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The President of the United States says he'll be concerned about monkeypox if it starts to spread more widely than it already has.

Following this week's report that the disease was confirmed in the US and countries in Europe President Joe Biden addressed a press pool today while traveling to Japan, according to Axios.

“It is a concern in that if it were to spread it would be consequential," Biden told reporters at the press event.

It's good to know Biden is paying attention. The disease causes fever, exhaustion, chills and a painful rash that turns into lesions, according to the Center for Disease Control. It's just not like the US to worry about monkeypox since, as UCLA epidemiology professor Anne Rimoin told USA Today, “Monkeypox usually does not occur globally."

There's no denying that the media sometimes views pandemics and violence in colonized countries like the Democratic Republic of the Congo, where the CDC says monkeypox was first recorded in the 70s, as less than top priority. That's why previous outbreaks wouldn't have concerned us before and it's similar to the way we're just catching up on the news that Ukraine has been under attack since 2014. Now that Americans are faced with the possibility of a second pandemic so close to the one we're still in, it seems a few more of us are paying attention. It's also worth nothing that publications for health professionals, like the peer-reviewed journal the BMJ, typically call monkeypox "mild" despite the fact that the CDC says it kills as many as 1 in 10 people who contract it on the continent of Africa.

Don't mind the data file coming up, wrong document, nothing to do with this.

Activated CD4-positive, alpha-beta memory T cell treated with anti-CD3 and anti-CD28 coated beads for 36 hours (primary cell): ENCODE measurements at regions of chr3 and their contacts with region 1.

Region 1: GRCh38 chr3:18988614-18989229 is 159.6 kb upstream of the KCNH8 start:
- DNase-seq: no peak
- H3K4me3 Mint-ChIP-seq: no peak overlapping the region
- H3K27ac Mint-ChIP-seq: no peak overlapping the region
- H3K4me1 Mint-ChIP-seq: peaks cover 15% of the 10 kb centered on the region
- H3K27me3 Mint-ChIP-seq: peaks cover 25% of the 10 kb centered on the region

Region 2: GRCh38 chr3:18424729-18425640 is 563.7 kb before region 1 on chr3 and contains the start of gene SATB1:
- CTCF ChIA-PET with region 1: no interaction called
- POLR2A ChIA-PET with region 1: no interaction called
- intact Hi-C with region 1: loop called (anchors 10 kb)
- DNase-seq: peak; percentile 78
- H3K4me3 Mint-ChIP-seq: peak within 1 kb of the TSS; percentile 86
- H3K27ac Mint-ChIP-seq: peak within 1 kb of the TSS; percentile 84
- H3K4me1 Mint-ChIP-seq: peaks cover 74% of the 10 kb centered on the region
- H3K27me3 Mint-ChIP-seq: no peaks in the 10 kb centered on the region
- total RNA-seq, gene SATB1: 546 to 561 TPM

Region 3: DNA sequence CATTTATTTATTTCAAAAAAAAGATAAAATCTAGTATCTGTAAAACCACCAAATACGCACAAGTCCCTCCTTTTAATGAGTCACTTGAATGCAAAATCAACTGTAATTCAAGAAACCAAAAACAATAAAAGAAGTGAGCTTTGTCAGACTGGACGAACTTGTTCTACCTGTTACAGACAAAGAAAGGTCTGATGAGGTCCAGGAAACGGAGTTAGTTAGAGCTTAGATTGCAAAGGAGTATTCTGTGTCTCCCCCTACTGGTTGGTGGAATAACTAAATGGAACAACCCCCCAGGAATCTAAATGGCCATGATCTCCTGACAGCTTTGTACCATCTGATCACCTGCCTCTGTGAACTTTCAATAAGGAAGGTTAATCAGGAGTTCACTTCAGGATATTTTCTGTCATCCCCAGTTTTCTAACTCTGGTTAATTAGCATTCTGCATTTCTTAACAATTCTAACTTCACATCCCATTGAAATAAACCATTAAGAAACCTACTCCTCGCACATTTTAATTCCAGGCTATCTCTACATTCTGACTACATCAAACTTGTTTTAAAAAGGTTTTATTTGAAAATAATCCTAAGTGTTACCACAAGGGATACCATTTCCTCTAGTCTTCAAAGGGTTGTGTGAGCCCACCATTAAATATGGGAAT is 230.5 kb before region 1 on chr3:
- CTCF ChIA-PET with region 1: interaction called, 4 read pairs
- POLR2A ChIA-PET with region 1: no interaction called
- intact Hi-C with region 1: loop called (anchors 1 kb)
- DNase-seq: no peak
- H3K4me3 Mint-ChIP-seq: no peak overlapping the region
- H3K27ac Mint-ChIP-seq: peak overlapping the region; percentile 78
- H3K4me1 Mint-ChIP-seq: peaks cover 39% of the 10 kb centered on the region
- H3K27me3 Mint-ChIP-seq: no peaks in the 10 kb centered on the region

Disregarding all that, many experts say monkeypox isn't likely to kill or infect as many people as COVID-19 because we already have a vaccine and because people in the US are less likely to die.

If it does get out of hand, it'll only be because we created the same inequality, fear of health science and lack of public messaging that gave us the coronavirus pandemic in the first place.

But hey, cheer up! At least all those residents starving in their Shanghai apartments haven't yet found a way to make government lockdowns contagious.

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